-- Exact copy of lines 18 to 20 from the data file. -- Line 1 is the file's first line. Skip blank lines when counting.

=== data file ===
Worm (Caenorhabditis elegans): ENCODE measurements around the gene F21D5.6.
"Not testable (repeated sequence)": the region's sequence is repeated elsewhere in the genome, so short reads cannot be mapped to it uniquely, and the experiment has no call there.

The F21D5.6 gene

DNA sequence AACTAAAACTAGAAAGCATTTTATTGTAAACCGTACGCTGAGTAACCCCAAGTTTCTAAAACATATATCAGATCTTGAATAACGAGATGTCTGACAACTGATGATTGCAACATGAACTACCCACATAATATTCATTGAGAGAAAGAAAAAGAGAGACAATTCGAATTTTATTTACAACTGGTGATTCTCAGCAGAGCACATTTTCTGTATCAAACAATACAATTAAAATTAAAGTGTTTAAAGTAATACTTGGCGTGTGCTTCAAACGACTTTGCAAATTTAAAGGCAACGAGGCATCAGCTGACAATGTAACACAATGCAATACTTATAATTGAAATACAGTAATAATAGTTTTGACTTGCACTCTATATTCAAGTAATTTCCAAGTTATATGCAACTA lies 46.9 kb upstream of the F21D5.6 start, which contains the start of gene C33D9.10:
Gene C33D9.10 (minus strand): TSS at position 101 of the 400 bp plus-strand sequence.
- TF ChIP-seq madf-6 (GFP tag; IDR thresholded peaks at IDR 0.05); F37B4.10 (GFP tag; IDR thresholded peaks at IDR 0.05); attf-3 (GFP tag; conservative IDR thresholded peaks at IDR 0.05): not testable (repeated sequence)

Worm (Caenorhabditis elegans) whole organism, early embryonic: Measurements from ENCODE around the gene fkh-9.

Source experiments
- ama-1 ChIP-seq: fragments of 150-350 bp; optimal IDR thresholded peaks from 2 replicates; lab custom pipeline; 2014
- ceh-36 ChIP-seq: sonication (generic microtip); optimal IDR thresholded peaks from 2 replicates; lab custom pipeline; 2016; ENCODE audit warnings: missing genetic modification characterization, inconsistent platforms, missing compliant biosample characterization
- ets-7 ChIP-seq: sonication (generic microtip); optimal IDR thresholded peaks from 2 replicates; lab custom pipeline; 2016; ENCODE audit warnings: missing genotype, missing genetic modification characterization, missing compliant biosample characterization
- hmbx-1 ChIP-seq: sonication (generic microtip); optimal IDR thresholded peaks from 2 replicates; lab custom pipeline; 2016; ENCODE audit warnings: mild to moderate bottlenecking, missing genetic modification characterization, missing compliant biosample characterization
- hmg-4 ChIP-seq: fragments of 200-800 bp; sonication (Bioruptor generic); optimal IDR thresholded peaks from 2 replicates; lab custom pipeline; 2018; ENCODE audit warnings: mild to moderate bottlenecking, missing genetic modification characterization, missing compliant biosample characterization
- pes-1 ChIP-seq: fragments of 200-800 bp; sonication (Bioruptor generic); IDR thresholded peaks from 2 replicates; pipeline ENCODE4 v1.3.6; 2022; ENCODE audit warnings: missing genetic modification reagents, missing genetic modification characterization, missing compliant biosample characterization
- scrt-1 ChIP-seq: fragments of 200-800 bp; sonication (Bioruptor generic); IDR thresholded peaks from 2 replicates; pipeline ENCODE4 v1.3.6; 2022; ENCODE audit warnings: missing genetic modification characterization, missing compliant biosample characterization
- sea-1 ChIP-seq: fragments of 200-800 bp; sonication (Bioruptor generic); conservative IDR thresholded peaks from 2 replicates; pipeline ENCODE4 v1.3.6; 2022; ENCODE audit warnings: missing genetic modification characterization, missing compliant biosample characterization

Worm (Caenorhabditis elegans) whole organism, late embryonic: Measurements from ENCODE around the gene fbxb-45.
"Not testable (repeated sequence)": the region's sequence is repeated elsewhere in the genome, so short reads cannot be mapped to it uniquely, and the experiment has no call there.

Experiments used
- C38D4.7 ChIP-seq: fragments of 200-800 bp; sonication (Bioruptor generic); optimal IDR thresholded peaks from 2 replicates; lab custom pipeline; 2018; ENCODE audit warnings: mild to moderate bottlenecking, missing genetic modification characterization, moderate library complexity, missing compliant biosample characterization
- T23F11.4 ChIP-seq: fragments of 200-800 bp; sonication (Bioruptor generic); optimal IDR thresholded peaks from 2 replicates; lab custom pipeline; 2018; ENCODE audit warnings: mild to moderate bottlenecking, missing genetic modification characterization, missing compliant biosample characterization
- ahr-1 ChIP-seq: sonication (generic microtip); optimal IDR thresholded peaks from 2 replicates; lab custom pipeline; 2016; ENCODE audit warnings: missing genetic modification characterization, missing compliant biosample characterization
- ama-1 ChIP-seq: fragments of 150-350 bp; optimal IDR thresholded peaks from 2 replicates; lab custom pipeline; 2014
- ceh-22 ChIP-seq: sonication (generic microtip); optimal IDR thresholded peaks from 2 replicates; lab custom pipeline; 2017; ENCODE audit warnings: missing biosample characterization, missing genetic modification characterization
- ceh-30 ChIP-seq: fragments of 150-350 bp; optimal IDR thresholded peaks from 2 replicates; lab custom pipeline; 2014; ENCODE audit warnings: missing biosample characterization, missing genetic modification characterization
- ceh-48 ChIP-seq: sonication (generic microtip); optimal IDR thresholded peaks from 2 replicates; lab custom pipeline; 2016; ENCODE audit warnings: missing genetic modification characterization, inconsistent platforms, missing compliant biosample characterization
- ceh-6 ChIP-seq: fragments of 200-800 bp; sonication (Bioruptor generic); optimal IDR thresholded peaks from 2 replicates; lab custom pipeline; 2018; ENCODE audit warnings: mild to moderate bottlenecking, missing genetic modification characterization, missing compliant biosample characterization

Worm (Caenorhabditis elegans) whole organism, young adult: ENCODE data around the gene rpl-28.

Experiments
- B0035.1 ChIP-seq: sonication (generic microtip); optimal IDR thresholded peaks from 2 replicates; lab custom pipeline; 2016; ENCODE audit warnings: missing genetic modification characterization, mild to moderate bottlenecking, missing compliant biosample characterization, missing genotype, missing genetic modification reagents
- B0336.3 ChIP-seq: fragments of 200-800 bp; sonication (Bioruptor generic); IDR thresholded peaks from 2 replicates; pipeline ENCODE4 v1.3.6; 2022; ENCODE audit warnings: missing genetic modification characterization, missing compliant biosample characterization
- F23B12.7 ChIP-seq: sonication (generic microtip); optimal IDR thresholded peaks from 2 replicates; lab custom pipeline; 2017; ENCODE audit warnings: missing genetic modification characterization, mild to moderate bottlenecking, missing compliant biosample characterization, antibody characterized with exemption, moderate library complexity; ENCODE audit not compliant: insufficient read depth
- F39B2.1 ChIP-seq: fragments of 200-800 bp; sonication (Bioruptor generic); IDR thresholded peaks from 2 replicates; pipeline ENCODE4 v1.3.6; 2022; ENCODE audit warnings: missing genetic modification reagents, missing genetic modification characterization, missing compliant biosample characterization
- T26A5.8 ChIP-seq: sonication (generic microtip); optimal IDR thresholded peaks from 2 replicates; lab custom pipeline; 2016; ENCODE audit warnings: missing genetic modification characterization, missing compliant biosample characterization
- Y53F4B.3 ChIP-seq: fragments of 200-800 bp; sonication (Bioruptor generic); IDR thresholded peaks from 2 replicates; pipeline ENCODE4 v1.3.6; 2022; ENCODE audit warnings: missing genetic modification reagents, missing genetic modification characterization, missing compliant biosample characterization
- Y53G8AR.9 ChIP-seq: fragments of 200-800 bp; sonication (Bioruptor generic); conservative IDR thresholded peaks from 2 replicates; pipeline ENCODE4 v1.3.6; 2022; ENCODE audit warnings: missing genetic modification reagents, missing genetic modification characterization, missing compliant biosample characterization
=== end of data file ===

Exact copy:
"Not testable (repeated sequence)": the region's sequence is repeated elsewhere in the genome, so short reads cannot be mapped to it uniquely, and the experiment has no call there.

Experiments used
- C38D4.7 ChIP-seq: fragments of 200-800 bp; sonication (Bioruptor generic); optimal IDR thresholded peaks from 2 replicates; lab custom pipeline; 2018; ENCODE audit warnings: mild to moderate bottlenecking, missing genetic modification characterization, moderate library complexity, missing compliant biosample characterization